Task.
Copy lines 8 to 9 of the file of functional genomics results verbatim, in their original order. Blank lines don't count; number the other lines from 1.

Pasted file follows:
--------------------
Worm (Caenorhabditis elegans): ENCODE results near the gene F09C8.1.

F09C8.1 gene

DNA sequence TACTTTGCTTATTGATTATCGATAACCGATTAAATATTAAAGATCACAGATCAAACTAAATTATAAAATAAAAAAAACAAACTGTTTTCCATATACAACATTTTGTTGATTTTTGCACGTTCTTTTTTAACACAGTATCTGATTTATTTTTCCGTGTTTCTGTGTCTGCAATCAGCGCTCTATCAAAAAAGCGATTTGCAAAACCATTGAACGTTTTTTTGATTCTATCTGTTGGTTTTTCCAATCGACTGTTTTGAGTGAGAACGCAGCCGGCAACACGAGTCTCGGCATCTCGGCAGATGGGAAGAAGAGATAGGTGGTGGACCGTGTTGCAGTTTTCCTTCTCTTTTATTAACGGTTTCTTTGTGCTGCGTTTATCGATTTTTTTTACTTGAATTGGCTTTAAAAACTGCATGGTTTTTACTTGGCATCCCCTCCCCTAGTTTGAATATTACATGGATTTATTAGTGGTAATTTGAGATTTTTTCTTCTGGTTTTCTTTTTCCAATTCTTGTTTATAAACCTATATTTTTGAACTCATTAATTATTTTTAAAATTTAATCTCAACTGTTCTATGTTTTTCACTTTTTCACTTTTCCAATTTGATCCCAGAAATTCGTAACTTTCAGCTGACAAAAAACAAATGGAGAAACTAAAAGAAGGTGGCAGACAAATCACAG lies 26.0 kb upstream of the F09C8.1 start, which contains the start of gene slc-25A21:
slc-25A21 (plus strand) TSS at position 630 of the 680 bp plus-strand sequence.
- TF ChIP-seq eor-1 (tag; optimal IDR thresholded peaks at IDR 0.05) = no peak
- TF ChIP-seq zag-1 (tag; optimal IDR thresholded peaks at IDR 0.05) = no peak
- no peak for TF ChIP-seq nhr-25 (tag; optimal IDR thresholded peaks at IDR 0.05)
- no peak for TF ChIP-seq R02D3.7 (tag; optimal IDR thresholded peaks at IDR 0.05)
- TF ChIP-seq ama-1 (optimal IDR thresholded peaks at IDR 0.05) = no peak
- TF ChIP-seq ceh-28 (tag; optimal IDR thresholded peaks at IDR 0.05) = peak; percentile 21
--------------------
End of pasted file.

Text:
- no peak for TF ChIP-seq R02D3.7 (tag; optimal IDR thresholded peaks at IDR 0.05)
- TF ChIP-seq ama-1 (optimal IDR thresholded peaks at IDR 0.05) = no peak